Book Image

Hands-On Unsupervised Learning with Python

By : Giuseppe Bonaccorso
Book Image

Hands-On Unsupervised Learning with Python

By: Giuseppe Bonaccorso

Overview of this book

Unsupervised learning is about making use of raw, untagged data and applying learning algorithms to it to help a machine predict its outcome. With this book, you will explore the concept of unsupervised learning to cluster large sets of data and analyze them repeatedly until the desired outcome is found using Python. This book starts with the key differences between supervised, unsupervised, and semi-supervised learning. You will be introduced to the best-used libraries and frameworks from the Python ecosystem and address unsupervised learning in both the machine learning and deep learning domains. You will explore various algorithms, techniques that are used to implement unsupervised learning in real-world use cases. You will learn a variety of unsupervised learning approaches, including randomized optimization, clustering, feature selection and transformation, and information theory. You will get hands-on experience with how neural networks can be employed in unsupervised scenarios. You will also explore the steps involved in building and training a GAN in order to process images. By the end of this book, you will have learned the art of unsupervised learning for different real-world challenges.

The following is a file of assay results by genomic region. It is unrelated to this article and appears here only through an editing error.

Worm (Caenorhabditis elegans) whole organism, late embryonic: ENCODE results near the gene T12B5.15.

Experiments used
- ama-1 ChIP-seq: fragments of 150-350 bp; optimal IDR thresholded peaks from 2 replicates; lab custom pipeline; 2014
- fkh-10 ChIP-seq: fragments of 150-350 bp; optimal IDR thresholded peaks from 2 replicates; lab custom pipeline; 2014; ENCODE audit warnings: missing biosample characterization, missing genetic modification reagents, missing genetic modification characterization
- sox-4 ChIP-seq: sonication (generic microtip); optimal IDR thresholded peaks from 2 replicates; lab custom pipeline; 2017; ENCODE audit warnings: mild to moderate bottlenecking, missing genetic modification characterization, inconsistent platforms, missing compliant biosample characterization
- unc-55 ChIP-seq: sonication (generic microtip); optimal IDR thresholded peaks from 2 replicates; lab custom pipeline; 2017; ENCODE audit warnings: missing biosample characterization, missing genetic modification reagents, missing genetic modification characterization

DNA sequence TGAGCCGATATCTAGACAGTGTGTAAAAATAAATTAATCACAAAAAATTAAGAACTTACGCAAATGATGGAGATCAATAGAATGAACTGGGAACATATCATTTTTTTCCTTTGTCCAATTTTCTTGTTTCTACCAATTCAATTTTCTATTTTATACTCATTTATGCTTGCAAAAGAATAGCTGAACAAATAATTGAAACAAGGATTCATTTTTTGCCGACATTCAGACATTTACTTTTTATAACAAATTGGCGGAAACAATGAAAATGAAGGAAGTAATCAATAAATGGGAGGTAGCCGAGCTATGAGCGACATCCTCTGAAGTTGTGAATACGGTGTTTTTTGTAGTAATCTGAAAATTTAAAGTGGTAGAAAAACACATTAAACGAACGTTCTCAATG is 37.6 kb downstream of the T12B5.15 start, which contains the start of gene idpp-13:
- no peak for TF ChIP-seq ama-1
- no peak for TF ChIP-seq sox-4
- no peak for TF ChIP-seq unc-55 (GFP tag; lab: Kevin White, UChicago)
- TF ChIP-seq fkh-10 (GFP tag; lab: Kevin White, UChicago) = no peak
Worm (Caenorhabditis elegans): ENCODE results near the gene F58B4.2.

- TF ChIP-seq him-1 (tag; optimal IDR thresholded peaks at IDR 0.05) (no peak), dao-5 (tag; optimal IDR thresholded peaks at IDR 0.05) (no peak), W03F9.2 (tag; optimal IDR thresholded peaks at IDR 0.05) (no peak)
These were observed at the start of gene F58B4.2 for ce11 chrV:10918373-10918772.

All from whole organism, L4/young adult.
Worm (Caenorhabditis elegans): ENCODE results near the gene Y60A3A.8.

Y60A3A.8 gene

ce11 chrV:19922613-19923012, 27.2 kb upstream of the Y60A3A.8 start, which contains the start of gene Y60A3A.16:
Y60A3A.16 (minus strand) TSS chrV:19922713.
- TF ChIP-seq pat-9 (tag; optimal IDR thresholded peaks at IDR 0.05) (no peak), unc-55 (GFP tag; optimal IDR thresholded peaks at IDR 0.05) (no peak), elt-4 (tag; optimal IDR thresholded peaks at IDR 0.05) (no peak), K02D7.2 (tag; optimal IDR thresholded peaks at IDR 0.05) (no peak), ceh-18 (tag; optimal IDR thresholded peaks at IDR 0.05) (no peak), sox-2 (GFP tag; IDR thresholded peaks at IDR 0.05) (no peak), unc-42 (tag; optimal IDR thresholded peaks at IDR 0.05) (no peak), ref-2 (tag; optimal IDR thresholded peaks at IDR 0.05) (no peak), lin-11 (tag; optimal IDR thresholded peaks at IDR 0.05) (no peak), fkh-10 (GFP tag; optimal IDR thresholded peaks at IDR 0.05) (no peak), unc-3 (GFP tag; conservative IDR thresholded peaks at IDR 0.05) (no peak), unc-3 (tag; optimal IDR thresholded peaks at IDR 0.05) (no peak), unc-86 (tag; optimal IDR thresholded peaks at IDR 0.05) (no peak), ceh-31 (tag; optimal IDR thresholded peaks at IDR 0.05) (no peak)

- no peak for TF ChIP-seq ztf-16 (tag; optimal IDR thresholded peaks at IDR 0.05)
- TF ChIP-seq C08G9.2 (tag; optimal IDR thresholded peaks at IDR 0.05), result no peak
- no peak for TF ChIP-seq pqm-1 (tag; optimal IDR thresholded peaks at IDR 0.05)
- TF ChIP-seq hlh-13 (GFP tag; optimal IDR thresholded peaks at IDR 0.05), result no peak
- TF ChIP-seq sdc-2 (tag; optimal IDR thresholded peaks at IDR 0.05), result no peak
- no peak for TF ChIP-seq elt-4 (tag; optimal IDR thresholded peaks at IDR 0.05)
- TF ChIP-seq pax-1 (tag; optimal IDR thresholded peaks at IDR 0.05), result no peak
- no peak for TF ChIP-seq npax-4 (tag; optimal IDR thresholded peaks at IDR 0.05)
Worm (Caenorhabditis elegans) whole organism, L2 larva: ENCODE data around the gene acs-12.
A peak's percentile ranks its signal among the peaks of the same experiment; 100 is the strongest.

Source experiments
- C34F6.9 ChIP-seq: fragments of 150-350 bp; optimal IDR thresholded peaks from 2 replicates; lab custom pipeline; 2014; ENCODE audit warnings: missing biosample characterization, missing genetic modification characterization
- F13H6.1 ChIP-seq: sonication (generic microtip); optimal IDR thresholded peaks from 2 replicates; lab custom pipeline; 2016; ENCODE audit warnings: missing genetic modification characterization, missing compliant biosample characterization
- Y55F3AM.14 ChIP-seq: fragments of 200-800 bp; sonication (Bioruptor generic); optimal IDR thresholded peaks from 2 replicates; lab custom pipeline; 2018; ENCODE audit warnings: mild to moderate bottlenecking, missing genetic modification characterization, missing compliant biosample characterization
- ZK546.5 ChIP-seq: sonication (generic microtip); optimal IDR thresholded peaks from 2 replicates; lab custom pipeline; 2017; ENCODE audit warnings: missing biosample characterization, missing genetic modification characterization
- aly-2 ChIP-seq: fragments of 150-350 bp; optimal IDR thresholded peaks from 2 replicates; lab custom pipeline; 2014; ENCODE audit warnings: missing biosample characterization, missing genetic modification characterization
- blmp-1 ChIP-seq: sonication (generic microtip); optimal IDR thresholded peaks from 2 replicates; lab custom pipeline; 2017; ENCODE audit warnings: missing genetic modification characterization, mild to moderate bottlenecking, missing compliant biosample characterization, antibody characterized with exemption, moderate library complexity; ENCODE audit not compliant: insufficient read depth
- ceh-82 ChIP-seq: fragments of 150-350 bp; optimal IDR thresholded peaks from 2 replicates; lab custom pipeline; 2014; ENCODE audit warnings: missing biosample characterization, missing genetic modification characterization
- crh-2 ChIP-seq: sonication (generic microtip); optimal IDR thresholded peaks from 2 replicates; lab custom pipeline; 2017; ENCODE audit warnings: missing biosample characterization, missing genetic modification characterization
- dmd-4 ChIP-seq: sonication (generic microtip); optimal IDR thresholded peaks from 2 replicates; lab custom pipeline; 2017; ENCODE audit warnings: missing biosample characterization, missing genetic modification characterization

Table of Contents (12 chapters)


  1. The probability that a person is 1.70 m tall is p(Tall) = 0.75, while the probability that tomorrow it's going to rain is P(Rain) = 0.2. What is the probability P(Tall, Rain)? (that is, the probability that a person is 1.70 m tall and tomorrow it's going to rain).
  2. Given a dataset X, we build an histogram with 1,000 bins and we find that many of them are empty. Why does this happen?
  3. A histogram contains three bins with, respectively 20, 30, and 25 samples. The first bin has a range 0 < x < 2, the second 2 < x < 4, and the third 4 < x < 6. What is the approximate probability that P(x) > 2?
  4. Given a normal distribution N(0, 1), can a sample x with p(x) = 0.35 be considered as an anomaly?
  5. A dataset X with 500 samples has std(X) = 2.5 and IQR(X) = 3.0. What is the optimal bandwidth?
  6. An expert told us that a distribution is extremely peaked around...